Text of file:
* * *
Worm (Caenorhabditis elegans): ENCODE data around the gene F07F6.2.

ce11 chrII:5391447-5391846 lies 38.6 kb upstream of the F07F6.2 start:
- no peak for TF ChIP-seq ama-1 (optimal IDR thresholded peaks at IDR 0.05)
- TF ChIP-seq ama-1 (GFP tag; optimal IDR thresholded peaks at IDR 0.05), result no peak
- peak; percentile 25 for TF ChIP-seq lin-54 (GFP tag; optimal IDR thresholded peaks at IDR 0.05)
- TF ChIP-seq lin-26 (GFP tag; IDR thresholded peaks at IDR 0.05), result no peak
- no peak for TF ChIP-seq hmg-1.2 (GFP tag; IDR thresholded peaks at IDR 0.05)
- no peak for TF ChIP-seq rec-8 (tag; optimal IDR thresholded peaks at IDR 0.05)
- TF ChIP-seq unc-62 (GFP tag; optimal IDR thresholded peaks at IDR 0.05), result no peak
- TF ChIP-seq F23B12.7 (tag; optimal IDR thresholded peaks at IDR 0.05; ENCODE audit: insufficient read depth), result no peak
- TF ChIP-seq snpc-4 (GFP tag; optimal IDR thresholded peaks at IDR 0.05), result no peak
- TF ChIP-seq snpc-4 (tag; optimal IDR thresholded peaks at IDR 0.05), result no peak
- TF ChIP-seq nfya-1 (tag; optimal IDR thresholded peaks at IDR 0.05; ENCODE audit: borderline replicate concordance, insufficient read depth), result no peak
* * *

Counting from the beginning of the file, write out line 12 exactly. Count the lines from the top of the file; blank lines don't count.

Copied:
- TF ChIP-seq snpc-4 (tag; optimal IDR thresholded peaks at IDR 0.05), result no peak